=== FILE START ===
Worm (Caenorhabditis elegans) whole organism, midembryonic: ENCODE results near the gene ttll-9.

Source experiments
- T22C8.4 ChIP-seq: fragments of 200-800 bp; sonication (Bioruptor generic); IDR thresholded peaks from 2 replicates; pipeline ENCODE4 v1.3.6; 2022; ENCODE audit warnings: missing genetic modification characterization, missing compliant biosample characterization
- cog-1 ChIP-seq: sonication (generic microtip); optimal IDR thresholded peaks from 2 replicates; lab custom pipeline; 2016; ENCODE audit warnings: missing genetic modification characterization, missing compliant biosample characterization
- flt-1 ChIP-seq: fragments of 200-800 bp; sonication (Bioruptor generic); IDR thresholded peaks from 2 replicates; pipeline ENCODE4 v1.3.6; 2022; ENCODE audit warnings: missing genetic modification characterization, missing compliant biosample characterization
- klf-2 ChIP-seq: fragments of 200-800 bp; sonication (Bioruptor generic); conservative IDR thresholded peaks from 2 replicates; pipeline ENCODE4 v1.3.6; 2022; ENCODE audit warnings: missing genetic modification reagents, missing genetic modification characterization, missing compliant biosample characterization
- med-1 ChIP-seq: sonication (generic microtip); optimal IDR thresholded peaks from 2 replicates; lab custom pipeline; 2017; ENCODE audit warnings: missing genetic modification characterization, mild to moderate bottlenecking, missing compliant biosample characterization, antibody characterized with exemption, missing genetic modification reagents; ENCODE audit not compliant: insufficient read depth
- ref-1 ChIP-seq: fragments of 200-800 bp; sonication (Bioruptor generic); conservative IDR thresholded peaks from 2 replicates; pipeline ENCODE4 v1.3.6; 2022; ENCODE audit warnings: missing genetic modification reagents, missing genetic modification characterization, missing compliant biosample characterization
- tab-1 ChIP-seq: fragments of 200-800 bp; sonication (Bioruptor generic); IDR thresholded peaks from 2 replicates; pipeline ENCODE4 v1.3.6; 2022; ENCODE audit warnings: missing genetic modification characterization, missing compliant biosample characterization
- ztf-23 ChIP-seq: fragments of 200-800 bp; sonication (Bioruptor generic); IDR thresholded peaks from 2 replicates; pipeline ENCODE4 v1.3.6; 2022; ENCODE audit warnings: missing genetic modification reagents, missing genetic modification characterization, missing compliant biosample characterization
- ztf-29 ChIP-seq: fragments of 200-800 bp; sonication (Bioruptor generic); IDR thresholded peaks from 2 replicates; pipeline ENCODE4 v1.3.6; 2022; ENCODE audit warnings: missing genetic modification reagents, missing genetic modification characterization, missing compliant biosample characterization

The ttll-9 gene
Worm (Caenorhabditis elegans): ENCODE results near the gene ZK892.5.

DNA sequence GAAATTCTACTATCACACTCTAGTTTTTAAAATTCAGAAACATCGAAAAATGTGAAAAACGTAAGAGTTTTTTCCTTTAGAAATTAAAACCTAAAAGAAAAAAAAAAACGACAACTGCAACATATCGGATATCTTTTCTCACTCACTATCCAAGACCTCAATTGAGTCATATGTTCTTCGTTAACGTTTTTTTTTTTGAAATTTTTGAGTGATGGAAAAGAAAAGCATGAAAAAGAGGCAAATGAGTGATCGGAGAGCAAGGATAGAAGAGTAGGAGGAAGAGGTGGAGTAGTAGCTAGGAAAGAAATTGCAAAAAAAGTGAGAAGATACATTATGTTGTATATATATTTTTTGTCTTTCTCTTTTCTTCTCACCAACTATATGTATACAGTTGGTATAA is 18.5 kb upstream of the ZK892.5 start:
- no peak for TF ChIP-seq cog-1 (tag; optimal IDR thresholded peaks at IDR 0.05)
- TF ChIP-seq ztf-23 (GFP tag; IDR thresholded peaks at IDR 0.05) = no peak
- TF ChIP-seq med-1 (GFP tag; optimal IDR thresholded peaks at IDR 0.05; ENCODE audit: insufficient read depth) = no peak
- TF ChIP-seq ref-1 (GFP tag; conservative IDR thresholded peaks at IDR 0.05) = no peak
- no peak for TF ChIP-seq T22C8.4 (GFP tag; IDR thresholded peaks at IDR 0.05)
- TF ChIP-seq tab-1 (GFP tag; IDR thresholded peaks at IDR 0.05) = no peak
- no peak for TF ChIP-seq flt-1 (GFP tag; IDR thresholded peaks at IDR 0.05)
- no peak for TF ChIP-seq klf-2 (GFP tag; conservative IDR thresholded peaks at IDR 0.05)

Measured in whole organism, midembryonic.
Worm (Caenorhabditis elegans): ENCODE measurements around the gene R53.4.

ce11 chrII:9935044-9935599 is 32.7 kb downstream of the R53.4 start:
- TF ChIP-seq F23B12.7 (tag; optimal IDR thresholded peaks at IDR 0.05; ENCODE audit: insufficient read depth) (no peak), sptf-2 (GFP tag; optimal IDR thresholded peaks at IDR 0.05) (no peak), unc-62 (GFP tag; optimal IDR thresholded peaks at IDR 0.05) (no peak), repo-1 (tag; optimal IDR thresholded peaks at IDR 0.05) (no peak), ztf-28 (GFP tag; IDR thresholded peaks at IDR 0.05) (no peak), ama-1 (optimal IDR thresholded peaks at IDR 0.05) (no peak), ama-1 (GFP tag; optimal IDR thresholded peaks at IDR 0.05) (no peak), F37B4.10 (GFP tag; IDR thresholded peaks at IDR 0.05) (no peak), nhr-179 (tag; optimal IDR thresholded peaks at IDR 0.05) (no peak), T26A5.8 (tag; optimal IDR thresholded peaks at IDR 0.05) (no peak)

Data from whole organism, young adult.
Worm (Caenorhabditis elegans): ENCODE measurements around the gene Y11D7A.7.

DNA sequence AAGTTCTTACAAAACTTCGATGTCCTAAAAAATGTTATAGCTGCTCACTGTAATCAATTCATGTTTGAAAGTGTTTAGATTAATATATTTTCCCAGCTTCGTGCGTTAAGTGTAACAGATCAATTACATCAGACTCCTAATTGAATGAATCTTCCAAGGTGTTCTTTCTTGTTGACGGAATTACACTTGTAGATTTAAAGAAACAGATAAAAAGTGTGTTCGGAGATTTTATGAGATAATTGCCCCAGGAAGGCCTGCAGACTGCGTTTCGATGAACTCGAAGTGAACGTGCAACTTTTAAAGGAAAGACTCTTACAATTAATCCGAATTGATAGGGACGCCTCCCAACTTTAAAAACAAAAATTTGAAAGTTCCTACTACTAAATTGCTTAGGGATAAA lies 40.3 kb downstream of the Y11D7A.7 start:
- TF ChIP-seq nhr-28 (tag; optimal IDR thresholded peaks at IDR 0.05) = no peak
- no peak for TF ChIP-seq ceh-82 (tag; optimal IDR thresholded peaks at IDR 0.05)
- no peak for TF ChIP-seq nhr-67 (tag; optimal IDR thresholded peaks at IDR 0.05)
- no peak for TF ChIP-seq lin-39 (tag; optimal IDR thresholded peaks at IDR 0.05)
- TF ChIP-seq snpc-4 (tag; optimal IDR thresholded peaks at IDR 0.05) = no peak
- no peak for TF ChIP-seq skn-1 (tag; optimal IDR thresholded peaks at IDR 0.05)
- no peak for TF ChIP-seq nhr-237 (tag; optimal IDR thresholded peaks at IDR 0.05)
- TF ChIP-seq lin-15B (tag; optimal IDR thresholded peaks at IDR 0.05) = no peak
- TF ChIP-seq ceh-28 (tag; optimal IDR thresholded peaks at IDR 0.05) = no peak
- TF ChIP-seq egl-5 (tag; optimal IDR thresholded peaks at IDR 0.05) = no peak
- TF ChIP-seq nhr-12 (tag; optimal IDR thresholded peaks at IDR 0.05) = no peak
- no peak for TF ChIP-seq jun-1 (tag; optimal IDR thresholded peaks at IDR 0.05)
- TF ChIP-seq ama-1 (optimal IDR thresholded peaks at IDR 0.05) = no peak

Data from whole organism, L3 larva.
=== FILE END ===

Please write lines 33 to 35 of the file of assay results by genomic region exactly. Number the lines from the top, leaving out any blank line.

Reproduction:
- no peak for TF ChIP-seq lin-39 (tag; optimal IDR thresholded peaks at IDR 0.05)
- TF ChIP-seq snpc-4 (tag; optimal IDR thresholded peaks at IDR 0.05) = no peak
- no peak for TF ChIP-seq skn-1 (tag; optimal IDR thresholded peaks at IDR 0.05)